Average Annual Non-Medical Expense $355 to $650

Where does the Rattle Dog come from?

The Rattle Dog is an example of a very popular dog trend that developed in the last 30 years of mixing two purebreds together to create an offspring. These are also called designer dogs and they have proved very popular among the public and with the famous. It is important to keep in mind that with these kinds of dogs for the good breeders that are out there, there are also a lot of bad ones. This trend has attracted the bad sort just making money off these dogs. Puppy mills, disreputable breeders they do not care about the puppies health or well being, or that of the breeding dogs either. Avoid buying from these people by doing your research.

With many designer dogs we have little information on their beginnings. One approach is to look at the two parent dogs to get an idea of what can go into the mix. Always remember no breeder can guarantee you a certain look or personality with mixed breeds. Offspring in the same litter can even vary by a lot.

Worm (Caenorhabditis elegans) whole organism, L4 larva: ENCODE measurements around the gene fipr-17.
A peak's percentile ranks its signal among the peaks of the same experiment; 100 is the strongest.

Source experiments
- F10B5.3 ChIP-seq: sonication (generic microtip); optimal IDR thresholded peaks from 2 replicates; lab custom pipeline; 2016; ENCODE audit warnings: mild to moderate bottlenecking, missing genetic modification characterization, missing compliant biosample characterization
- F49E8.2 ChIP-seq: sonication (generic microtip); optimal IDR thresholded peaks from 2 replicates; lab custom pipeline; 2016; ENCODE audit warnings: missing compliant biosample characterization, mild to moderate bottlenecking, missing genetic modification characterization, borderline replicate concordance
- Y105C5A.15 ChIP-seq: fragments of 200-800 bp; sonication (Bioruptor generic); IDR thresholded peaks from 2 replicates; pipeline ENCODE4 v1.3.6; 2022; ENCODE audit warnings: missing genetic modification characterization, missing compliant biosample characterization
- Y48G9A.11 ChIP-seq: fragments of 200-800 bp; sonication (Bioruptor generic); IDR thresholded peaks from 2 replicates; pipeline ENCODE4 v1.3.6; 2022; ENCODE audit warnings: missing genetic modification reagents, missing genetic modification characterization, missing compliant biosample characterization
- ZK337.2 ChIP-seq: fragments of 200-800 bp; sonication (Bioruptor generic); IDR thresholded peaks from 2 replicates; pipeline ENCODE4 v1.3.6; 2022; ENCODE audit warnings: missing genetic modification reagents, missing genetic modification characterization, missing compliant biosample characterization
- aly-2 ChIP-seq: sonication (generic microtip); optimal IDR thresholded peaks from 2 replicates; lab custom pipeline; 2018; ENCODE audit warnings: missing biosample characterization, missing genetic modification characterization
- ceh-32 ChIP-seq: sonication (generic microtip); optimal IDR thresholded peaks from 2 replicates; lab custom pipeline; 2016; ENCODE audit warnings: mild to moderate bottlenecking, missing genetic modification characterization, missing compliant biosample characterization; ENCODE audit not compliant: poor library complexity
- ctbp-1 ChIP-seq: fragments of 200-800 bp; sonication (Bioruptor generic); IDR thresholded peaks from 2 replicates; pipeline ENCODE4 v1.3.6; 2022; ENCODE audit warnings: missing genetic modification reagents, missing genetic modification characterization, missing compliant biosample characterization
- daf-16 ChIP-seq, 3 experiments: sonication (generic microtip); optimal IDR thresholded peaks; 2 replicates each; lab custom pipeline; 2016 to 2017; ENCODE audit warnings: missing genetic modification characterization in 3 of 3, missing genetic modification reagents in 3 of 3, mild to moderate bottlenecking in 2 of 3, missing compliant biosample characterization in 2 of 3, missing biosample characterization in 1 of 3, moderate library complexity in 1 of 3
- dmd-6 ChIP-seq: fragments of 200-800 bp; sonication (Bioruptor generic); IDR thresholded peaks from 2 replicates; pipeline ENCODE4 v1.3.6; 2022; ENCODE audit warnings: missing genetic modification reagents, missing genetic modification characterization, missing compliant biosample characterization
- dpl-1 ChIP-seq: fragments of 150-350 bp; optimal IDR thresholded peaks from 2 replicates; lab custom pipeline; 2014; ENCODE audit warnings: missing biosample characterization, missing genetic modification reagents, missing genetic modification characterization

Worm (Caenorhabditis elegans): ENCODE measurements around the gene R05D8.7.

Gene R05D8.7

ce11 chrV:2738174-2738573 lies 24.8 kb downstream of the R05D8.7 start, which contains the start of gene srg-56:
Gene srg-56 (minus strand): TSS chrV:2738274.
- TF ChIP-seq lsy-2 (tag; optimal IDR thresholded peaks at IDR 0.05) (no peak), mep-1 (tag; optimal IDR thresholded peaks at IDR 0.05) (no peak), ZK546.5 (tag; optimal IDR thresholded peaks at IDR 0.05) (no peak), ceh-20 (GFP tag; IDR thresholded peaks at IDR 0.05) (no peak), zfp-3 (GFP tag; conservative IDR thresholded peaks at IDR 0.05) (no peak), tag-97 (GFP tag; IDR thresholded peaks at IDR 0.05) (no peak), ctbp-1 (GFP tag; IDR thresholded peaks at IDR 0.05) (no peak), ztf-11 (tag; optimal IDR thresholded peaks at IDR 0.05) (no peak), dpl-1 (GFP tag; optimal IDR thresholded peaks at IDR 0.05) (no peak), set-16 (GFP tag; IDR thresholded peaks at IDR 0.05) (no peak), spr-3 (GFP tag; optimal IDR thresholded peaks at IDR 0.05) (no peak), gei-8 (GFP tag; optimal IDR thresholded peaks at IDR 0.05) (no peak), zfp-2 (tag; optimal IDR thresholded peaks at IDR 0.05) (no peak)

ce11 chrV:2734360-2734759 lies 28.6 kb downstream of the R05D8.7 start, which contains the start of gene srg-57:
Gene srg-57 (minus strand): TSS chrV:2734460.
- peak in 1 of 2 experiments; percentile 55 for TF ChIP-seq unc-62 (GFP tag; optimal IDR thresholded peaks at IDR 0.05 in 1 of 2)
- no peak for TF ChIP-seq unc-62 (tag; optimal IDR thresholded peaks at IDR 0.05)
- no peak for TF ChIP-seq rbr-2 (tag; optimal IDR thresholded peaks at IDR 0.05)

The Poodle

The Poodle was bred to be a retriever or hunter of waterfowl in Germany and then was adapted somewhat more in France and bred smaller to make companions for ladies that they could carry around. There are three sizes, and all are classed as Poodles they are not separate breeds just different sizes. They are toy, miniature and standard.

They are thought to be one of the most clever dogs today but can be sensitive sometimes and do not do well left alone. They train easily however and make great family pets or companions for single owners.

The Rat Terrier